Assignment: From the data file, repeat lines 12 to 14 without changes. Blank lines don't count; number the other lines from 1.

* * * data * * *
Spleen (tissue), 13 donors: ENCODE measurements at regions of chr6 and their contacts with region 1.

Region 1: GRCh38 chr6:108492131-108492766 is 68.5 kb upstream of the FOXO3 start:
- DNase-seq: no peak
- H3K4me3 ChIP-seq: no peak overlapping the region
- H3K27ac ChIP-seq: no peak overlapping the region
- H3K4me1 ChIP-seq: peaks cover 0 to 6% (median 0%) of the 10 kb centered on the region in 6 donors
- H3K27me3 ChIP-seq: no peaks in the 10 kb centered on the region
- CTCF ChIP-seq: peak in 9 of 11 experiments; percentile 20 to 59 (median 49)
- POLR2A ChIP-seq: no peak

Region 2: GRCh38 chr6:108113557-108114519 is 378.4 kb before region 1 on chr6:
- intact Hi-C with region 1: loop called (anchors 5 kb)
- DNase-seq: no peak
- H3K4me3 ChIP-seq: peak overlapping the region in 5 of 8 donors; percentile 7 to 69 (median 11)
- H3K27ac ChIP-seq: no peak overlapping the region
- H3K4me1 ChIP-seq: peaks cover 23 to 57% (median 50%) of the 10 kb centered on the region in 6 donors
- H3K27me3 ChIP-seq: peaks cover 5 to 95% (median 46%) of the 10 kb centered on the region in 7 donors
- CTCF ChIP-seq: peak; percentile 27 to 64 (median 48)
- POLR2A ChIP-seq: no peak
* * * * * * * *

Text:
- DNase-seq: no peak
- H3K4me3 ChIP-seq: peak overlapping the region in 5 of 8 donors; percentile 7 to 69 (median 11)
- H3K27ac ChIP-seq: no peak overlapping the region